At 30 million tracks, Xbox Music has the largest collection of songs. The app is bundled in Windows 8 phones, tablets and PCs, Xbox 360 and Xbox One, with downloadable apps for iOS and Android. Stream on-demand music or create and save playlists for later. You can also listen to profiled artists and tracks curated by musicologists; see what’s trending; or select “Smart DJ” to create a custom radio station on the fly. The upgrade gives you ad-free music and offline listening on a PC, tablet or phone. (xbox.com/music; free for basic service, Xbox Music Pass costs $9.99/month for unlimited access to millions of ad-free songs)
There’s a lot to like: Access to more than 20 million new and classic tracks; support for computers, smartphones and tablets; ability to choose music by song, artist, album or playlist (with shuffle mode, if desired); social media integration; and high-quality music streams (320 Kilobit per second audio compared to Xbox Music and Pandora’s 192 Kbps quality). The optional Premium service takes away ad interruptions and adds features such as offline playback and support for more devices (even Smart TVs). (spotify.com; free, $9.99/month for Premium version, $4.99/month student option)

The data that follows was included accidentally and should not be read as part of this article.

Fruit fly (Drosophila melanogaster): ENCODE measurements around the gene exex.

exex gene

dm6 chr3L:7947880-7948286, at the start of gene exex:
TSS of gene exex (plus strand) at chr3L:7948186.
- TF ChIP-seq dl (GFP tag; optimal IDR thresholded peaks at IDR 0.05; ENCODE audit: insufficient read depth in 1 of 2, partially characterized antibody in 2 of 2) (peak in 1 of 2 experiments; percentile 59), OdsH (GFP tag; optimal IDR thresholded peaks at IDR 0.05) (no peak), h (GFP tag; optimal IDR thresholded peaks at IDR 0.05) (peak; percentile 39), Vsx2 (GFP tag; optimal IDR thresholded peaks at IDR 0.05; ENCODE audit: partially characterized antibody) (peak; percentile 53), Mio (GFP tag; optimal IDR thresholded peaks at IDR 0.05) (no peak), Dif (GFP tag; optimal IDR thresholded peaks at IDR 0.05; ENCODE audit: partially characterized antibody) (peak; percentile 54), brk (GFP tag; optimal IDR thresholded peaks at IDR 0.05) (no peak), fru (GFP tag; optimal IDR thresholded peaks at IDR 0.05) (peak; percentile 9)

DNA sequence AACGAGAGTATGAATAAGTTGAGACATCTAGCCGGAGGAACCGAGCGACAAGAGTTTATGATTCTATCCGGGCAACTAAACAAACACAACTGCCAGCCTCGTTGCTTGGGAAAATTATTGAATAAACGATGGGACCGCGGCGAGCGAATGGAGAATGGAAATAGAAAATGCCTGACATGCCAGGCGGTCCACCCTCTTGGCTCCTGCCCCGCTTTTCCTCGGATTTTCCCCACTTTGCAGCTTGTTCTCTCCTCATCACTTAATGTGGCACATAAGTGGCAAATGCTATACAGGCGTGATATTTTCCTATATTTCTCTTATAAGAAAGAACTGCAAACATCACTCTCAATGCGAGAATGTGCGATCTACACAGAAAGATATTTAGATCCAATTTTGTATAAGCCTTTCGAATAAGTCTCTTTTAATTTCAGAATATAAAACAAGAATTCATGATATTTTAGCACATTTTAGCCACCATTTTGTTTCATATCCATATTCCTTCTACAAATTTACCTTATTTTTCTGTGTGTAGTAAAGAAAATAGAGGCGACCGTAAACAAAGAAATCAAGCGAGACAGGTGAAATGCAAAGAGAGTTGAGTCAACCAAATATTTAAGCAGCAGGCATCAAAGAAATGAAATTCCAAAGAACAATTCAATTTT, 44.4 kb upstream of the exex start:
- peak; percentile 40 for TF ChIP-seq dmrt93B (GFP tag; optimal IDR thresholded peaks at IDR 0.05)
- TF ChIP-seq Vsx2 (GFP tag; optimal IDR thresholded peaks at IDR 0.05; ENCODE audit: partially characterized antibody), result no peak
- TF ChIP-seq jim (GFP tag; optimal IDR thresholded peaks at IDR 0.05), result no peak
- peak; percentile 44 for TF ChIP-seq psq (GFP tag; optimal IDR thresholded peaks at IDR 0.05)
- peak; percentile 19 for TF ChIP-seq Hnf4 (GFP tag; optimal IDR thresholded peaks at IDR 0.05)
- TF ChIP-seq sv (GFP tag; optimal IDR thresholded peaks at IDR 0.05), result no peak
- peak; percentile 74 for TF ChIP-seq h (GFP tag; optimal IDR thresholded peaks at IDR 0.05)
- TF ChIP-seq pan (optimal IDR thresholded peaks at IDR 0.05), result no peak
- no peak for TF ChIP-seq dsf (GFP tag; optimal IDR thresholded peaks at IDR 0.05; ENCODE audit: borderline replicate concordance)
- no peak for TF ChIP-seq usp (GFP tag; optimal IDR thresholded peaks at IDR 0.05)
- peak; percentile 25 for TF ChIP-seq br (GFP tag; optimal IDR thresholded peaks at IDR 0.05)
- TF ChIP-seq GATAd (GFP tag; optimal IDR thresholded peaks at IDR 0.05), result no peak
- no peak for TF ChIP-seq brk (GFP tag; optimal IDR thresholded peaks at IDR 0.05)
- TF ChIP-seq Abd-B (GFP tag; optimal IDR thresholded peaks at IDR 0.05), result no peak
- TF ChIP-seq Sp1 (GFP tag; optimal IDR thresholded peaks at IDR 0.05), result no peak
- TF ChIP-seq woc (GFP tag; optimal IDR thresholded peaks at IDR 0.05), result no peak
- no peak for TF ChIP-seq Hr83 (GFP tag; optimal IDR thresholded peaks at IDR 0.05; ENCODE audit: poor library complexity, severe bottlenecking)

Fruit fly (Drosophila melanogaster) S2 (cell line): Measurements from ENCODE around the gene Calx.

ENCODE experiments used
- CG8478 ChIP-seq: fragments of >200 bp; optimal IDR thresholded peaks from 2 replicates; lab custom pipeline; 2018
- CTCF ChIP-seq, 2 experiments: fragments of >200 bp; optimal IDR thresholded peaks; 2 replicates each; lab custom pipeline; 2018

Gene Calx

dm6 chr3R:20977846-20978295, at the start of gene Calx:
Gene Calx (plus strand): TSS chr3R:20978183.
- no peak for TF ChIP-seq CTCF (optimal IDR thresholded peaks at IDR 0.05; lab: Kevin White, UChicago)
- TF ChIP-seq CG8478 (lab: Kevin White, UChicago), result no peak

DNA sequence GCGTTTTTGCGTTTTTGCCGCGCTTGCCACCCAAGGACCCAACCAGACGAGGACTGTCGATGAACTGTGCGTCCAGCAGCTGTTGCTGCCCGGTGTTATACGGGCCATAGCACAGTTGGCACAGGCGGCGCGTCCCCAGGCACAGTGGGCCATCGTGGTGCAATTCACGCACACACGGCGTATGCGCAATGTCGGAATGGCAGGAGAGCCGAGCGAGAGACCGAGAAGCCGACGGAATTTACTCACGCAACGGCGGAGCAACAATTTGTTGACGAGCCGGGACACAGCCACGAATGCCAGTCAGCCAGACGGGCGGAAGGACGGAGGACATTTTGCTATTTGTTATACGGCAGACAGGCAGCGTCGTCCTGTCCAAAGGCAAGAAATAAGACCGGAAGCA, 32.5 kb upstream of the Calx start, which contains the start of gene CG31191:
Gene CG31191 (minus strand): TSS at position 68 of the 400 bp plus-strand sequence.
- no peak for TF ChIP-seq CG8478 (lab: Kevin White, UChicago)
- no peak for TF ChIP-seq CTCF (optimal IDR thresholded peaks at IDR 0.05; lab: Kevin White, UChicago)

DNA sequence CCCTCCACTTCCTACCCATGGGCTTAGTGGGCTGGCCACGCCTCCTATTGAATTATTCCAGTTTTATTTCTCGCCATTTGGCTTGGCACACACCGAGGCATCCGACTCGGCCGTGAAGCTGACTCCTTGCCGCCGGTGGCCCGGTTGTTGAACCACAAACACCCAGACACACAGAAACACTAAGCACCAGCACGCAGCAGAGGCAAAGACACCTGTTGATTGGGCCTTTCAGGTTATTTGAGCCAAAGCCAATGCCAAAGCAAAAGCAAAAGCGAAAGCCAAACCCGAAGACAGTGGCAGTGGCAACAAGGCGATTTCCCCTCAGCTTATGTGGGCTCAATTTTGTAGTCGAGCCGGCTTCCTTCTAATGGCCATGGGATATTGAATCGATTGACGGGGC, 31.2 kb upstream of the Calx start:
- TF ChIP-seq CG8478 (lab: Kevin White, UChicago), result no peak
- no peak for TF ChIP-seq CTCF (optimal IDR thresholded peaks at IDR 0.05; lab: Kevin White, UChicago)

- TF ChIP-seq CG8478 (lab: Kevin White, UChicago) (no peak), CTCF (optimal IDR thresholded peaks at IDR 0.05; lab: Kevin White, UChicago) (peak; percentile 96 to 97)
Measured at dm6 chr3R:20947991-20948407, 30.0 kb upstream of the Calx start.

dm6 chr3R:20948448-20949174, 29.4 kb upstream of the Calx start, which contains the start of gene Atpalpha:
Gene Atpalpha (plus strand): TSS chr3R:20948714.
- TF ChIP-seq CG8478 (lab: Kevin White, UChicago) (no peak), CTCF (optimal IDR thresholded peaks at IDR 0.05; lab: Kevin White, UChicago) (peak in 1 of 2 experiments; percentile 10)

The streaming powerhouse delivers curated music to your smartphone, tablet, computer or home appliance such as Xbox, Sonos and Roku. Though it has just over one million songs in its catalog — a much lower number than the other services in this round-up — Pandora works quickly and reliably and lets you give tracks a “Thumbs Up” or “Thumbs Down” so it can deliver a custom listening experience based on your individual tastes. You can also create up to 100 personalized radio stations with your free account. (Pandora.com; free for basic version, $4.99/month for ad-free Pandora One with an optional desktop application and custom skins)